Press release

Meteorological observatory becomes climate observation station – 30 years of temperature measurements at Neumayer Antarctic research station

[12. January 2012] 

Bremerhaven, 12 January 2012. The meteorological observatory at the Antarctic Neumayer Station III is now officially considered to be a climate observation station by virtue of the fact that meteorologists of the Alfred Wegener Institute for Polar and Marine Research in the Helmholtz Association have been measuring the air temperature in Antarctica on a daily basis for 30 years. One of the results of the long-term research: the air at Neumayer Station has not become warmer over the past three decades.

Climate is defined by the World Meteorological Organization of the United Nations (WMO) as the mean value over a period of 30 years. The meteorological observatory at the Antarctic Neumayer Station III has now reached this annual mark. The observatory is now officially considered to be a WMO climate observation station. “In 1982 we succeeded for the first time in measuring the air temperature every day of the year. Today, 30 years later, our observatory automatically records the air temperature, air pressure, wind speed and other weather data every three hours. They are coded after each measurement and transmitted to other research stations in Antarctica as well as to the global data network of the weather services via e-mail. In this way our measurement data help, for example, to improve weather forecasts,” says meteorologist and scientific head of the observatory Dr. Gert König-Langlo.

To be able to collect reliable temperature data, the meteorologists at the Alfred Wegener Institute used a thermometer of a special kind. It consists of a temperature-sensitive platinum wire protected against solar radiation. It is installed on the observatory tower at a height of two metres, ambient air is swirled around it at every measurement and the data are read out by a computer. “We regularly check the stability of this measuring system by means of reference thermometers,” explains Gert König-Langlo.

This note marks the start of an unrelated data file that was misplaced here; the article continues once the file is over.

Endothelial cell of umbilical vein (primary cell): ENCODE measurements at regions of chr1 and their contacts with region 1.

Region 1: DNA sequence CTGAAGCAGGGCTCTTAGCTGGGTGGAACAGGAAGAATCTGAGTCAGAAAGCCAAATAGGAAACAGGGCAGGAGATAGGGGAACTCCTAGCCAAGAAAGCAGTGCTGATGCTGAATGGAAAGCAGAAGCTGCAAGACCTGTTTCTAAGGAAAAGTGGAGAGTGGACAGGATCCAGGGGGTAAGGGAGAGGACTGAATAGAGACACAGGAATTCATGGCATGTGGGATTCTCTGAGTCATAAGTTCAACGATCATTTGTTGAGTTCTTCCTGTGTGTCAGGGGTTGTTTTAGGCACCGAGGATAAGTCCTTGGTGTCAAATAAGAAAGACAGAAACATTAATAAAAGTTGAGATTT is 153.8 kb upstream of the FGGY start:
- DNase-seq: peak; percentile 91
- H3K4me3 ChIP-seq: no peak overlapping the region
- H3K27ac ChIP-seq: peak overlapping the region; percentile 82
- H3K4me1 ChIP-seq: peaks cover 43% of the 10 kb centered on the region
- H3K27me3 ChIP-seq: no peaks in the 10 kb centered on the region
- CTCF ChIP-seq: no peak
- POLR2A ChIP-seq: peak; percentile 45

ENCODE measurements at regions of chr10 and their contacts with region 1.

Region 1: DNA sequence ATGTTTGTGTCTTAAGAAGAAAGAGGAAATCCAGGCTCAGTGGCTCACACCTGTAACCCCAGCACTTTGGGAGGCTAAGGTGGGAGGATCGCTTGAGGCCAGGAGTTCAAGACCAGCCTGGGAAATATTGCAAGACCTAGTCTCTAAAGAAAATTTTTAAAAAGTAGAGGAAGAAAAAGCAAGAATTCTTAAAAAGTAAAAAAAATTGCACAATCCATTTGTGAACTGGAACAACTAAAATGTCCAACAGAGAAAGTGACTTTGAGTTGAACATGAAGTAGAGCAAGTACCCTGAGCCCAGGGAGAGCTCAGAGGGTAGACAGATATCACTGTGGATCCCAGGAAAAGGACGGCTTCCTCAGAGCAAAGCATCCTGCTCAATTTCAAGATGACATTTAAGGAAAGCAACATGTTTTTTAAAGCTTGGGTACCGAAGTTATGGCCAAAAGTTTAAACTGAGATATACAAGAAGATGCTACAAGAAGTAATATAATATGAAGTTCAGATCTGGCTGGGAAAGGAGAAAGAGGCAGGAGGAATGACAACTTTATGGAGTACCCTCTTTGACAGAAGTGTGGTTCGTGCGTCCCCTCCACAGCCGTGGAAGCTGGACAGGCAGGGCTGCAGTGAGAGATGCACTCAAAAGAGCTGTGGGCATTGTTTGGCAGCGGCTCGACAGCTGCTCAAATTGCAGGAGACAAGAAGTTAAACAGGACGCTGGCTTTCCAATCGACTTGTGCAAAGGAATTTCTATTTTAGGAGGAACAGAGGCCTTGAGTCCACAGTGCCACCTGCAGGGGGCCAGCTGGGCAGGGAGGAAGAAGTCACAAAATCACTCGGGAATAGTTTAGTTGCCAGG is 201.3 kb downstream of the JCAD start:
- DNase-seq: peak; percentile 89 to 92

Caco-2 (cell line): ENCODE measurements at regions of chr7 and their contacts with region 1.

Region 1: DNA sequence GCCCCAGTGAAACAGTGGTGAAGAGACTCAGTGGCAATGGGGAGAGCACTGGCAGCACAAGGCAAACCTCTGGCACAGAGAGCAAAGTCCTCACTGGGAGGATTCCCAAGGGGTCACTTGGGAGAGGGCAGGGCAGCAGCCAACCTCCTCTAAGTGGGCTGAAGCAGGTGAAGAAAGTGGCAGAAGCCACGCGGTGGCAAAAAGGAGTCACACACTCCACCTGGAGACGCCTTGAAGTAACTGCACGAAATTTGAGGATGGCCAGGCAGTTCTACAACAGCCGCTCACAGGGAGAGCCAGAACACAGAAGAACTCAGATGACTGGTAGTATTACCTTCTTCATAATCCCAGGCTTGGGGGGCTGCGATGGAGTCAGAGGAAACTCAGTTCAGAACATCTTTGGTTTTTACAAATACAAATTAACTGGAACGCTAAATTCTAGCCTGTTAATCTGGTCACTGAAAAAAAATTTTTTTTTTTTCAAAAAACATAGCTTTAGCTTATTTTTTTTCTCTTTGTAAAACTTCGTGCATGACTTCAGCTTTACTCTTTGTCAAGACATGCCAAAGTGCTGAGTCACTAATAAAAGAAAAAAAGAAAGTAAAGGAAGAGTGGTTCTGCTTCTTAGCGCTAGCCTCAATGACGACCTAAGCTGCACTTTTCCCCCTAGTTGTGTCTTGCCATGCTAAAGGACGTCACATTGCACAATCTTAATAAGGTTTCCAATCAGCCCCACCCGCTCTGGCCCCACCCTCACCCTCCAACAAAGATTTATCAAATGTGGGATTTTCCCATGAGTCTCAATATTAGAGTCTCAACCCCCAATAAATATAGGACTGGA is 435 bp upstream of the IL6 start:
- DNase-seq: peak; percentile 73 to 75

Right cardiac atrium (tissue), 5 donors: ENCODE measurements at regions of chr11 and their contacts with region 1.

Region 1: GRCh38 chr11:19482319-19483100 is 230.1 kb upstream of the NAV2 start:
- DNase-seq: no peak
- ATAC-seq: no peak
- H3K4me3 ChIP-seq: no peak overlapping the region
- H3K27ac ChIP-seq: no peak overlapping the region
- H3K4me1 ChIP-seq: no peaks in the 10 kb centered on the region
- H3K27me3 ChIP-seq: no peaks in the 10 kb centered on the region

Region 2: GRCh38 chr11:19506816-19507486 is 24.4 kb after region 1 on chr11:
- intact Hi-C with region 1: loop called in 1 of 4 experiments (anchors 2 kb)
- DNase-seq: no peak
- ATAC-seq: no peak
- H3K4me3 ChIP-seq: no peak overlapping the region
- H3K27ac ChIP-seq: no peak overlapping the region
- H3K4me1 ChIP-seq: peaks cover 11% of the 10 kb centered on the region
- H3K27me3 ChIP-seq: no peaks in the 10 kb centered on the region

In the course of time a meaningful data record developed in this way (see Fig. 1). “In the past 30 years it was minus 16.0 degree Celsius cold at the station on an annual average. With an average temperature of minus 14.3 degrees Celsius 1996 is regarded as the warmest year in the past three decades while the year 2000 is considered the coldest at minus 17.8 degrees Celsius,” says Gert König-Langlo.

At the same time the measurements verify that it has not become warmer at the research station on the Ekström Ice Shelf – in contrast to the Antarctic Peninsula. On the other hand, the hours of sunshine and air pressure at Neumayer Station have increased significantly (see Figs. 2 and 3). “Our weather data show that the part of the Antarctic in which our station is located is more frequently exposed to high-pressure influence. This means we have a cloud-free sky more frequently. And wherever there is no cloud cover in polar regions, heat is radiated unhindered and the lower air layers cool off,” explains Gert König-Langlo.

He adds, however, that this development is a regional change and the values measured at Neumayer Station III are by no means representative for the global climate changes. “Just in the centre of Antarctica it has not become warmer. On the Antarctic Peninsula, by contrast, the average temperature has risen by up to three degrees Celsius. We also observe a similar warming in the Arctic,” says Gert König-Langlo.

Why the temperature curve at the Neumayer Station differs so extensively from that of the research stations on the Antarctic Peninsula, he notes, is the subject of current research. “Further measurements and research efforts are necessary to clarify this situation,” explains Gert König-Langlo.

More information


Notes for Editors: 

Your contact at the Alfred Wegener Institute is Dr. Gert König-Langlo (Tel: 0471 4831-1806; E-Mail: Gert.Koenig-Langlo(at) and in the press office Sina Löschke (Tel: 0471 4831-2008; E-Mail: Sina.Loeschke(at)




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The Institute

The Alfred Wegener Institute pursues research in the polar regions and the oceans of mid and high latitudes. As one of the 18 centres of the Helmholtz Association it coordinates polar research in Germany and provides ships like the research icebreaker Polarstern and stations for the international scientific community.